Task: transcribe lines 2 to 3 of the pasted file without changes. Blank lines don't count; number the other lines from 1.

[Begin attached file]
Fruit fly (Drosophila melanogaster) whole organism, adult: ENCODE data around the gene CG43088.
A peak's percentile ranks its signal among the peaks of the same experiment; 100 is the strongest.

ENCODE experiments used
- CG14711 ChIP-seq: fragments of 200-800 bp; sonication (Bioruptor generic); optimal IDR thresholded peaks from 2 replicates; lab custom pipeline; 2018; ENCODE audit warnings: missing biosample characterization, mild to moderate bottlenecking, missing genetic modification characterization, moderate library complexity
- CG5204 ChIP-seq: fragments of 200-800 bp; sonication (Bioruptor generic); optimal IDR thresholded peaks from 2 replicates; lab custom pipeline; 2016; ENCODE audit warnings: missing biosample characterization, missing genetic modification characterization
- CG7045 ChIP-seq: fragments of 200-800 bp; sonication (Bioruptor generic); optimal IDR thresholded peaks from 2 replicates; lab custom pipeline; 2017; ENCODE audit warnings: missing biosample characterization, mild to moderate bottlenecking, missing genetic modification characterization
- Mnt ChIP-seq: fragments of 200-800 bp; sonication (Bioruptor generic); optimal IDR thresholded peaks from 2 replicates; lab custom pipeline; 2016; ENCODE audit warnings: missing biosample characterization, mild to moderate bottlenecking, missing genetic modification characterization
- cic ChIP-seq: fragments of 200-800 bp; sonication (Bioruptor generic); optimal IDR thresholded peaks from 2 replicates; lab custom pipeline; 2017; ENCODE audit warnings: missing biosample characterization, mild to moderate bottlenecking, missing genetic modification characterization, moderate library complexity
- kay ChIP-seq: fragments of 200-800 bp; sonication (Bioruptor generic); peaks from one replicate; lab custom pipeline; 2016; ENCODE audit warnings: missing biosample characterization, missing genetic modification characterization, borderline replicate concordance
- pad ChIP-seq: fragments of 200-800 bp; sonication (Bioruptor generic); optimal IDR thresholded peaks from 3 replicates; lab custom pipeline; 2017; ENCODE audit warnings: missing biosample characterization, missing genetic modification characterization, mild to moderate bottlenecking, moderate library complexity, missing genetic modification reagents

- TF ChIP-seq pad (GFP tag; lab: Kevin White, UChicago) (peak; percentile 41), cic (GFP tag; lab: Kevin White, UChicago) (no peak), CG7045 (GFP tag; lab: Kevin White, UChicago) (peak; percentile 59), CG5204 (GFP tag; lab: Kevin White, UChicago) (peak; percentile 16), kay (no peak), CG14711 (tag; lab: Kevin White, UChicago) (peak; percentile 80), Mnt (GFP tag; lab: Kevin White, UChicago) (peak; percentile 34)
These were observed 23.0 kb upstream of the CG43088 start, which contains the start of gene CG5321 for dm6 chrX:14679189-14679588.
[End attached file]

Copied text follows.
A peak's percentile ranks its signal among the peaks of the same experiment; 100 is the strongest.

ENCODE experiments used